British Shorthair or Chartreux

There are mainly two breeds registered under these names in FIFE.
The British Shorthair on the one side and the Chartreux on the other side. However, today the Chartreux cannot be mistaken for the British Shorthair anymore. Its standard regulates that the cats are always blue with coppery eyes, a different coat and slimmer legs than the British shorthair. Both breeds are so different that neither of them can contribute to the improvement of the other. There are no crossings between these breeds. The Chartreux breed is often called "Karthäuser" in German. Unfortunately the British Shorthair with blue coat often is referred to as Karthäuser in colloquial speech, as well. This is often the case with non-breeders. However, breeders of the British Shorthair set great value on the linguistic differentiation between British Shorthair and Chartreux/ Karthäuser.

History and origin

The origin of the British Shorthair lies - as the name says - in Great Britain where it was already bred at the end of the 19th century. The British Shorthair was already shown in several colours in 1871 during the first cat exhibition in the Crystal Palace in London. The breeders wished for a sturdy breed with short coat by crossing the house cat with Persians. They succeeded and created a new breed which was particularly popular in the colour blue and in tabby varieties.  Due to the crossing with Persian cats the British Shorthair also got the recessive longhair gene (I) which even today sometimes produces longhair cats (so-called highlanders).  Cat breeding in Europe suffered extremely during both world wars. However, the breed survived thanks to the commitment of some breeders.  Due to the crossing with Persian cats and a rigid selection of the breeding animals the recent type was determined, standardized and the wonderful colour variety was bred out.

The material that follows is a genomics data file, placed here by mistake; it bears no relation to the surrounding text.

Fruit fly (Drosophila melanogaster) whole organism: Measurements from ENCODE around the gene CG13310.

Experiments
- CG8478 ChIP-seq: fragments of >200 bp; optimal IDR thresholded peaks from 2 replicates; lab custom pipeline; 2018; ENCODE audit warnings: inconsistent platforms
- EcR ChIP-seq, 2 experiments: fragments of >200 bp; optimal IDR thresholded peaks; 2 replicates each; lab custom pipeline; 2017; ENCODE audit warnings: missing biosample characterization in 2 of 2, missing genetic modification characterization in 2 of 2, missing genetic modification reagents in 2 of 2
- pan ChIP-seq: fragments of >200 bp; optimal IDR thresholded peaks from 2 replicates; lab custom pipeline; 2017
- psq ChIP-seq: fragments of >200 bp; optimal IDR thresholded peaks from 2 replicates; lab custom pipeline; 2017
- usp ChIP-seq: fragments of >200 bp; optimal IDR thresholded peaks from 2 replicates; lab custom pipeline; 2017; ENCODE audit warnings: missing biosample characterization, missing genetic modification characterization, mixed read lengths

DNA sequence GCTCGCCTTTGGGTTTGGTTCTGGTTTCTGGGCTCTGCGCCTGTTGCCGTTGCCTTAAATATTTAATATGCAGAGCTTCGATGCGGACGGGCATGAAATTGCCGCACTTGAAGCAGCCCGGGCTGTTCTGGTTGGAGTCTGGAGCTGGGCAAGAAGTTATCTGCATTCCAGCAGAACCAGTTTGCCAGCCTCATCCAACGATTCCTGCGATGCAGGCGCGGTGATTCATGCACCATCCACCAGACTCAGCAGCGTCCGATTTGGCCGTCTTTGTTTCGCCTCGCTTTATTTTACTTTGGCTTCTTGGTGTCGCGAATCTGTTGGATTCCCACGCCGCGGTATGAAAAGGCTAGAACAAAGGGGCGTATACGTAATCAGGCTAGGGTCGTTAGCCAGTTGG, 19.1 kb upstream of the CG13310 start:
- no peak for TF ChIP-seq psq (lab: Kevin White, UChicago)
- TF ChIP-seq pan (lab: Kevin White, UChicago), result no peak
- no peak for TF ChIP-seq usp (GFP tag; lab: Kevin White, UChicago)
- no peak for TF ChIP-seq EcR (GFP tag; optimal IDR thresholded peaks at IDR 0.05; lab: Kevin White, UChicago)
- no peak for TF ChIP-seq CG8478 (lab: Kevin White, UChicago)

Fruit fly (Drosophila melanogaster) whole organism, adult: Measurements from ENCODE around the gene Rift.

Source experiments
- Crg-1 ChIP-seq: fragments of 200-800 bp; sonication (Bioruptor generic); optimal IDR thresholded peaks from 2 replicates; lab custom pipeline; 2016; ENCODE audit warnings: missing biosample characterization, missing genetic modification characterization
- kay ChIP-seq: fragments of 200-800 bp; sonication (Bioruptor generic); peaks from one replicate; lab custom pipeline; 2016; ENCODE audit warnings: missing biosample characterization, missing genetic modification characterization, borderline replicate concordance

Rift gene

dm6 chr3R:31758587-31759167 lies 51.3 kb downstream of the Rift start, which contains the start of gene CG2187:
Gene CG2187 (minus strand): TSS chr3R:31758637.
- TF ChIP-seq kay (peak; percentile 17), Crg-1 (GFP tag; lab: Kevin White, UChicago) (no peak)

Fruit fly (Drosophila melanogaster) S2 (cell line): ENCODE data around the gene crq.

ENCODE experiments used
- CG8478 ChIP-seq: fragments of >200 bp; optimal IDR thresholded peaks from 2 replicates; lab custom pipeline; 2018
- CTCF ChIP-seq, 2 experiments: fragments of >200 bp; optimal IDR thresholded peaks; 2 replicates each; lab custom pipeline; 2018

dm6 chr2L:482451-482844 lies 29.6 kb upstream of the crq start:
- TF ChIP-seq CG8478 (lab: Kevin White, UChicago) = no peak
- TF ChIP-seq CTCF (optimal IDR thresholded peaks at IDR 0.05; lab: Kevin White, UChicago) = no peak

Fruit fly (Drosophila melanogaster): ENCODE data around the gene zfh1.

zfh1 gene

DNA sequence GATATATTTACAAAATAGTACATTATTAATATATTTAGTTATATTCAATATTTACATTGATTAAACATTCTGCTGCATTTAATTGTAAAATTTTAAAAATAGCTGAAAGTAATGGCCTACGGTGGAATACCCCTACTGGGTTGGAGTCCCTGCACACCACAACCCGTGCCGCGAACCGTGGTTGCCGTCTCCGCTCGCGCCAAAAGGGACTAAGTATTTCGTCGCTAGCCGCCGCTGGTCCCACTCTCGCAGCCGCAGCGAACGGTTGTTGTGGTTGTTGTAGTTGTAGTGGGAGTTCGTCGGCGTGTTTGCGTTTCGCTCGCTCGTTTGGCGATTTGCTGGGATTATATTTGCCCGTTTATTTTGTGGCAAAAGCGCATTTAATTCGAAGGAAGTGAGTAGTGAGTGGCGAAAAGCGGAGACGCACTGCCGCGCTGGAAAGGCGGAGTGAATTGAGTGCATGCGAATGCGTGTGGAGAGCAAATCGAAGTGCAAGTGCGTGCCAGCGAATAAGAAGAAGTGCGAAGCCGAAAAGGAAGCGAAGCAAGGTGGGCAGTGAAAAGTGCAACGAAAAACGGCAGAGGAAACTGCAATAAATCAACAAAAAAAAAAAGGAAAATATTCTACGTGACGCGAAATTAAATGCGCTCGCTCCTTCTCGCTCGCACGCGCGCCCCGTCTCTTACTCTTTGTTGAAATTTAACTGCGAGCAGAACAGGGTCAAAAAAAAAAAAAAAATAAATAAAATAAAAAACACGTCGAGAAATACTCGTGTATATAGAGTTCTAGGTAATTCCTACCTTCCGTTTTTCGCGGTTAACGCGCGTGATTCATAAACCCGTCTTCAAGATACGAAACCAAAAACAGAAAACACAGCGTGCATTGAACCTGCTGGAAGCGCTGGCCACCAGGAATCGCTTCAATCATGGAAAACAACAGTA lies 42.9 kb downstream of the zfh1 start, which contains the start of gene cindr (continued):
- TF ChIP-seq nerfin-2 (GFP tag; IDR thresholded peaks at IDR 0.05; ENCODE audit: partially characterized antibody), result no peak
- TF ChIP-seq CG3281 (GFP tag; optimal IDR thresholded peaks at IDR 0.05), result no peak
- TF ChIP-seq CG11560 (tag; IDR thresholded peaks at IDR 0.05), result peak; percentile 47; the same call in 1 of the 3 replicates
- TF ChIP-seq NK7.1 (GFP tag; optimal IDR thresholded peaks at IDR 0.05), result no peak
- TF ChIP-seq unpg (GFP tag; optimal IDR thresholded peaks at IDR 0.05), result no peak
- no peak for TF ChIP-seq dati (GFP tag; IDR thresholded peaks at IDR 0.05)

The British Shorthair today

The British Shorthair is today a very popular cat breed and the fan community can be proud of its typical British Shorthairs thanks to committed and responsible breeding.